Family Law Insights: Private Financial Dispute Resolution (FDR) Hearings

A photo of John Randle, Senior Counsel and Head of Family Practice at McAllister Olivarius.

John Randle, Head of Family Practice

John is a specialist family solicitor with over 40 years’ experience dealing with complex, high value divorce cases.

The court system has been in crisis for some time now. Anyone who has been through a contested divorce at the family courts will be acutely aware of the poor facilities, overburdened judges, and general lack of concern for the well-being and comfort of the parties involved.

The solution, at least for financial hearings cases in divorce, may be private Financial Dispute Resolution (FDR) – a form of resolution where a private judge gives a neutral evaluation as to the likely outcome of the case, offering parties an early, non-binding settlement hearing. First piloted in 2018, private FDR has gained momentum as an alternative to traditional court proceedings in divorce cases. After recently attending a private FDR hearing and a traditional family court hearing on consecutive days, I can see why.

Why choose private FDR?

In my experience, these simple improvements in the quality of the physical space lead to negotiations that are less hostile and less likely to result in deadlock. The other significant factor is that the private judge has plenty of time to read all the case papers carefully, dedicating his or her time to that case throughout the day. There is no risk of your judge being too pressed for time to consider key evidence. Finally, the judges available are of excellent quality. I know of some private FDR judges who have given up 20-year practices as barristers to specialise in family cases.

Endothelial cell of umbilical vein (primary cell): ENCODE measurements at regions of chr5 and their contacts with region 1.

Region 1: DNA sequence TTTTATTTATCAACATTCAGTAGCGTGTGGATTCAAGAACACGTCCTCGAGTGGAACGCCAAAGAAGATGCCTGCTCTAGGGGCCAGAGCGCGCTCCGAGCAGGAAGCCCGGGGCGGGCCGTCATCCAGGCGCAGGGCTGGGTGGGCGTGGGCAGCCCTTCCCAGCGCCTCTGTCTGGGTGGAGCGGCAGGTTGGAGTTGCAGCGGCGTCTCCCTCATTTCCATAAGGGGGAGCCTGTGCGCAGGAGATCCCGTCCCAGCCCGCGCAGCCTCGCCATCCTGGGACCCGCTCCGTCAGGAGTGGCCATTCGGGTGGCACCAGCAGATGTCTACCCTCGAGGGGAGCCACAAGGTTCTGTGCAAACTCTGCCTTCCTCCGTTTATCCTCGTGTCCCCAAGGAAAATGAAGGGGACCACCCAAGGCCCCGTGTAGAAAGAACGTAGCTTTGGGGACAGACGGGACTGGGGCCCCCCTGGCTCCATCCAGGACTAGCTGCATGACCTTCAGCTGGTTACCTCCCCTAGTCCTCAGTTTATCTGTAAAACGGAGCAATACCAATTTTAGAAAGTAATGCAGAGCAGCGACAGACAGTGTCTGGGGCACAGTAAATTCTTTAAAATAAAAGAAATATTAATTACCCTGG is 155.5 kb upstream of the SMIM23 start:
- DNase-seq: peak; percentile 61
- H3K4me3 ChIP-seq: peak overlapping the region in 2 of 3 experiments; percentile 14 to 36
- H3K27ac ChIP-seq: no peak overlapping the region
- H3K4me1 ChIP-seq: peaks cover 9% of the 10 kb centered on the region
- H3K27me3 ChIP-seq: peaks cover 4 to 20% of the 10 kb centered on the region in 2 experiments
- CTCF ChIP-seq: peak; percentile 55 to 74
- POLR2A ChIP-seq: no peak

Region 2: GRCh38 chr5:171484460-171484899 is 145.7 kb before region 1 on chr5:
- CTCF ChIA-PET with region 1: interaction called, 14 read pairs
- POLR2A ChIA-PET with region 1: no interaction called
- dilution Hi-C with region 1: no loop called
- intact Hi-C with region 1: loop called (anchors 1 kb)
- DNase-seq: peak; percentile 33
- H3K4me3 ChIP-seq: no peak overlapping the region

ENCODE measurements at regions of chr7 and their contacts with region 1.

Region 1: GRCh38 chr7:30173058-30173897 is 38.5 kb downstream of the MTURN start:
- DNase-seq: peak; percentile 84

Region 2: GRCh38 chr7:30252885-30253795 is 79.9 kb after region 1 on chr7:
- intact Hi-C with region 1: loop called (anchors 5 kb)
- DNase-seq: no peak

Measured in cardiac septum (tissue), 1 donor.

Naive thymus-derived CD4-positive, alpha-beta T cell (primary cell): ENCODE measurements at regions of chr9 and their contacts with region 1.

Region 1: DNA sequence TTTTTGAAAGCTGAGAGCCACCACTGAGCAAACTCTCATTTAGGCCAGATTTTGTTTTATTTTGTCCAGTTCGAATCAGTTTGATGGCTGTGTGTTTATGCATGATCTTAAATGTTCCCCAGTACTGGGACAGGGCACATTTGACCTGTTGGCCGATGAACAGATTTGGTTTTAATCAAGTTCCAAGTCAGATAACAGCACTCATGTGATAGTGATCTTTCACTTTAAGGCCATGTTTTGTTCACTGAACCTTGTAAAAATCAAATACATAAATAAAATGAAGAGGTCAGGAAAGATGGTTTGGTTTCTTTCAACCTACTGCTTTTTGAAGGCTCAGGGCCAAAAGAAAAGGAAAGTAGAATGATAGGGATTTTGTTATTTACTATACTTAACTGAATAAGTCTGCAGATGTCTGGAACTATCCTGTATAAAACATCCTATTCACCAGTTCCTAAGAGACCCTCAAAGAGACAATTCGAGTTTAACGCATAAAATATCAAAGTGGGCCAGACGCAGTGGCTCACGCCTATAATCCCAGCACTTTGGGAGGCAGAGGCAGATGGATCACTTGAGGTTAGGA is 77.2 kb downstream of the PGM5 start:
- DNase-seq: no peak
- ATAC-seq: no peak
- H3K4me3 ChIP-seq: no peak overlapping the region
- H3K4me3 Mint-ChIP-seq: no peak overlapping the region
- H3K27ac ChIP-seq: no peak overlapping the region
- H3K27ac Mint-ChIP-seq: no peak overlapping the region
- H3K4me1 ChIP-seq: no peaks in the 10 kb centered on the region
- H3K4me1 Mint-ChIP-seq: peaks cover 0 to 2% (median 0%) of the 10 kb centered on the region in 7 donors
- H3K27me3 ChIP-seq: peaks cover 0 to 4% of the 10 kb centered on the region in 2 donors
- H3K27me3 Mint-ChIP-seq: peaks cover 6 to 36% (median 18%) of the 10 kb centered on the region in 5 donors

Anyone facing divorce should consider private FDR

Of course, private FDR comes at a cost, but it should not be seen as something that only applies to wealthy clients. If both parties agree to split the costs, the additional expense of private FDR is around £2,000 plus VAT per party. In fact, private FDR often works out cheaper than the traditional courts. In my view, it is not efficient to pay a solicitor to spend an hour waiting outside the courtroom, or to spend half your time trying to find a quiet corner in which to negotiate. Yet, time and again, this is what I see in family courts up and down the country. Recent court data gives an even stronger endorsement for private FDR: while 45% of court-based FDR hearings result in a settlement between the two parties, this rises to 90% when the parties undergo private FDR. Those settled cases may avoid six months’ worth of legal fees, repaying the investment in private FDR several times over.

After more than 40 years attending hearings in the family courts, it is my firm view anyone who can capitalise on private FDR absolutely must do so, and any solicitor who doesn’t recommend it is putting their client’s case at risk.

Contact John and his team today for a free and confidential initial chat. Alternatively, to find out more about what we can offer you, visit our Family Law page.